Jessy Randall lives in Colorado Springs. Her poems, stories, and other things have appeared in Asimov’s, McSweeney’s, and Poetry. She is the author of several books, including, most recently, Suicide Hotline Hold Music (Red Hen Press, 2016) a collection of poems and comics. Her website is http://bit.ly/JessyRandall.
Annie Jump Cannon Cataloged Stars
Annie Jump Cannon
the work was tedious
the pay was terrible
but every day for forty years
she went to work
and held the universe together
Copyright 2018 .
First published in the journal Asimov’s, January 2018.
Annie Jump Cannon Goes Home from the Lab
She can't stop seeing them
black and white smears of stars
they look like throwaways
they look like nothing
but not to her, to her they're clear
as alphabets, she's good
at what she does and proud
of her work, it's important work
it will last
First published in the journal Asimov’s, January 2018
Mathematical truth: a perfect right angle
cannot exist in the physical world.
How do the mathematicians
go on with their lives,
knowing these things?
How can they survive,
understanding that infinity
is equal to infinity-minus-one?
Didn’t the floor beneath you,
just now, become
Copyright 2004 .
First published in the literary journal Snakeskin, March 2004.
Atoms are so small that if
you take a glass of water and pour it into the ocean
and then mix all the water of all the oceans of the world
and then reach the glass in
and pull out a full glass of new water,
two or three of the atoms from the first glassful
will be in the new glassful
and that means there are some atoms
from Phil Owens’s sweaters and blond hair
still stuck to me, and I will
have them forever
Copyright 1998 .
First published in the literary journal Snakeskin in November 1998.
The Secret to Writing Poetry
Take something that happened
to you, once, and make it seem
to have happened to everyone,
everywhere, over and over.
Take something that happens
to everyone, everywhere,
and make it seem to have
happened to you, once.
Copyright 2009 .
First published in the journal Statement, Spring 2009.
Going to the Library
In the library there are pathways
you follow to find out what you want to know
imagine – somewhere in all these books
or on the face of the computer or in parentheses
at the back of a magazine, there is
the perfect sentence, the answer to your question,
the words all around you like
the tornado in the Wizard of Oz never
go home Dorothy – Dorothy, never land –
language can be your bed, the
beautiful wonder of all possible poems.
Copyright 1998 .
First published in the literary journal Möbius, March 1998
She’s in shreds,
an old woman
in mismatched stockings.
She's teaching a class
at the community college.
She eats fast food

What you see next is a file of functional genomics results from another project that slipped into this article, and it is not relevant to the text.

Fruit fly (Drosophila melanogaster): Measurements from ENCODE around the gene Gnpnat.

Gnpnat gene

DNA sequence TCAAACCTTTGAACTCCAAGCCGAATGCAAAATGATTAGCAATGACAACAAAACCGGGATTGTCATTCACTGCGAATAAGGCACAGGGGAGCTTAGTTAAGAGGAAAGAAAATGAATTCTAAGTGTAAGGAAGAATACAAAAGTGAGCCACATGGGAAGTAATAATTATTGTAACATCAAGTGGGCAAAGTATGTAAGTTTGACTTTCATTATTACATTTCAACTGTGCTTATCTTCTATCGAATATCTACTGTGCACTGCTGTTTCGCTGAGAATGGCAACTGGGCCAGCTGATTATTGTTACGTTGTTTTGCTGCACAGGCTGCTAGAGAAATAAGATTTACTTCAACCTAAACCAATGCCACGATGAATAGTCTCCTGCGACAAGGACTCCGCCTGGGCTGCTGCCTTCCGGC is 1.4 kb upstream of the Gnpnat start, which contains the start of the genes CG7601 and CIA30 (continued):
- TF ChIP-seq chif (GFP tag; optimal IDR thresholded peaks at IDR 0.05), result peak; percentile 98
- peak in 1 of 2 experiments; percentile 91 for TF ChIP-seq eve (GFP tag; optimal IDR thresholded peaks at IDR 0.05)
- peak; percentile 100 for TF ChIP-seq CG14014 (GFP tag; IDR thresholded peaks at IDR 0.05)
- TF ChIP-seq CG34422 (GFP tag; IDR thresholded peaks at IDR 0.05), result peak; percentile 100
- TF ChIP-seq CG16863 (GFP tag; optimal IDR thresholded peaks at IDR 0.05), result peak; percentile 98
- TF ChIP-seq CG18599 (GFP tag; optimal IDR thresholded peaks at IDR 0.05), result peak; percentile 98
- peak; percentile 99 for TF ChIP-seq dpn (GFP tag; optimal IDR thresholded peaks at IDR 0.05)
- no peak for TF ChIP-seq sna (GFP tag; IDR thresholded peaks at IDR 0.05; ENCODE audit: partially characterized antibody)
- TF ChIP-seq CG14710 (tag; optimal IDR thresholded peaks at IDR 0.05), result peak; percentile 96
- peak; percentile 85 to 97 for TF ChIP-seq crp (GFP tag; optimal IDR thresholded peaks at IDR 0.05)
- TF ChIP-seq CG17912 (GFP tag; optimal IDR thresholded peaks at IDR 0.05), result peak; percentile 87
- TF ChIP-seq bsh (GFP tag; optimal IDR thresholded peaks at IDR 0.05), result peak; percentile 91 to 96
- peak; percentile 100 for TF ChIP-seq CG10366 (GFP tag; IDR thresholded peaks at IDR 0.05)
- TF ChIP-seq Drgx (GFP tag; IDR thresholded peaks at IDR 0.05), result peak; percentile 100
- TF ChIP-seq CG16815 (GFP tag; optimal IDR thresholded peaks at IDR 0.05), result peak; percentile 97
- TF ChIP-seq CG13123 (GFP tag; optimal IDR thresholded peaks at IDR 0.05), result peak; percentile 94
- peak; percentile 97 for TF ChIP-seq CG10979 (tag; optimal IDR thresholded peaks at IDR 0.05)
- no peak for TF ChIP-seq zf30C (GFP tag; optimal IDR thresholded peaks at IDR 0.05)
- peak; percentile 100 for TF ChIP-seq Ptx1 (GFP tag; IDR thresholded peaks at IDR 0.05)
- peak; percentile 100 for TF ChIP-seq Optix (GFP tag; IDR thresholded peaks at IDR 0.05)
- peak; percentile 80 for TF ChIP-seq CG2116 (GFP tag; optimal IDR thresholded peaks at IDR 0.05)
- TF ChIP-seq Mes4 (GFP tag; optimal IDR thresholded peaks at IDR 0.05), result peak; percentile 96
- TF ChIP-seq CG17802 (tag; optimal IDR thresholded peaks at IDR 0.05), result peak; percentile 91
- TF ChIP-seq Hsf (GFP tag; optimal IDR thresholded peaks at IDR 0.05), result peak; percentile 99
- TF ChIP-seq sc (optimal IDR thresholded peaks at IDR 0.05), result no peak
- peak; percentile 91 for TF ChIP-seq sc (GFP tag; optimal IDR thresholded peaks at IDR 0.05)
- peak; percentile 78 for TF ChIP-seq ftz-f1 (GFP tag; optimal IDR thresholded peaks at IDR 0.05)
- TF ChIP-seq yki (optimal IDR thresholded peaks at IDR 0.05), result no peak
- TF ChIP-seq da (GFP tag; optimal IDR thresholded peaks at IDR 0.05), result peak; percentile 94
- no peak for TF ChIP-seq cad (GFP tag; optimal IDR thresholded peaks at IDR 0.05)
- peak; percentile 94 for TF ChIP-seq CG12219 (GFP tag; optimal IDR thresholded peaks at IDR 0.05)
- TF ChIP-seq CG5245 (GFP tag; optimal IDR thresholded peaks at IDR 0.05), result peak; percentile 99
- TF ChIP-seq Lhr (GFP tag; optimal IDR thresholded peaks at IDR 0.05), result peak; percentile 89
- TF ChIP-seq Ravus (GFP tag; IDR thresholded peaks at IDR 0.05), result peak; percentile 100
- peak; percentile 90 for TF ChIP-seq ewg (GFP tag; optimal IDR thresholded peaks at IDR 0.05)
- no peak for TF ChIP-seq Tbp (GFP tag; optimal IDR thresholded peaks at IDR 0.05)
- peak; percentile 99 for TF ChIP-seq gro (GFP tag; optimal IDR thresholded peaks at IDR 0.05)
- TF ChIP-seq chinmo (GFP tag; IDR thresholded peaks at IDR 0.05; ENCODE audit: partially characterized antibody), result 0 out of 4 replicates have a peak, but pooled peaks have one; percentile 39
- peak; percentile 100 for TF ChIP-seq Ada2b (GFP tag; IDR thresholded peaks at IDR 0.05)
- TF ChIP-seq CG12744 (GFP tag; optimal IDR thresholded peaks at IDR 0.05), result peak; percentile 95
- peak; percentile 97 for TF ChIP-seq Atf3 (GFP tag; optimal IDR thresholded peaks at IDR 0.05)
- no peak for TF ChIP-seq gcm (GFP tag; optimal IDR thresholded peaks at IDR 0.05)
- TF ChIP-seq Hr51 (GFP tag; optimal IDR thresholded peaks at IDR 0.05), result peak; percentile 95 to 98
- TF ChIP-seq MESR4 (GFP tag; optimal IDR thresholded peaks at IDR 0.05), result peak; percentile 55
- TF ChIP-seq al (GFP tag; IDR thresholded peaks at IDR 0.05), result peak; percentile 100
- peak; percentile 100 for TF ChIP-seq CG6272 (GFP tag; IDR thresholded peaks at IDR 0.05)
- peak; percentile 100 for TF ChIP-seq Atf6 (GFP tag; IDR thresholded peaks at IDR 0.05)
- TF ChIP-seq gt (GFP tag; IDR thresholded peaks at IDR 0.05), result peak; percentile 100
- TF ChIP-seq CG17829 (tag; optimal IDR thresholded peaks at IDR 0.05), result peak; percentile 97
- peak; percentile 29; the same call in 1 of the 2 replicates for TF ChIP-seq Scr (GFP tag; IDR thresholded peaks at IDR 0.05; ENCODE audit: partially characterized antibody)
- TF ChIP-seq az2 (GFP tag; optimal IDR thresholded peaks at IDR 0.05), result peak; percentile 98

and bothers her neighbors
with her unkempt animals
and late night dancing.
Pippi, we still love you
even if your gold ran out
and your braids fell down,
even if all you do is make pancakes
and save one kid from one shark
just once a year, that's enough.
Copyright 2012 .
First published in Injecting Dreams into Cows (Red Hen Press, 2012).
The Seductiveness of the Memory Hole
“He crumpled up the original message and any notes that he himself had made, and dropped them into the memory hole to be devoured by the flames.”
— George Orwell, 1984
We have an invention. We
invented it. What you do is,
you email us the thing
that you want to forget.
You list every detail. You
describe in full. When we
get the email, we delete it.
We don’t just delete the email.
We delete the thing. The thing
never happened. No one involved
will remember it; no one
who heard the story will
repeat it; even you yourself
will forget it.
We have done it already.
We are doing it right now.
Copyright 2003 .
First published in the literary journal The Magazine of Speculative Poetry, December 2003.
The Gender Argument
“The word Kleidungtakes the masculine
not the feminine die,”
said Frau Wimmers.
I asked why.
“Because those are the rules
of German grammar. And
Katzen is plural, so it takes die, too.”
“I think it should take das,”
I said. “I think it should change
from day to day.”
“It doesn’t matter what you think,
it’s die,” the teacher said.
“But it does matter,” I said.
“Nothing matters more
than what I think,
what people think.
People are the ones
who make these rules!”
“Mädchen takes das.
Hase takes der. You
are going to fail this class.”
“Fine,” I said, and took my F.
Copyright 2015 .
First published in the literary journal Poemeleon, August 2015.
Ballerinas Do Not Fall on the Floor: A Found Poem
Ballerinas do not fall on the floor.
Ballerinas keep their thumbs in.
We are not allowed to touch the pole now.
We are not hopping now.
We’re going backwards!
Don’t touch the pole – that’s the rule.
I’m not showing that.
I’m showing beautiful ballerina arms.
Let’s not forget our bodies. Ballerinas don’t make noise.
Can you tell me, should we keep our legs straight, or
should we bend them?
No, I think we should keep them straight.
In this position we have more space.
That’s too much space.
Copyright 2010 .
First published in the literary journal Press 1, September 2010.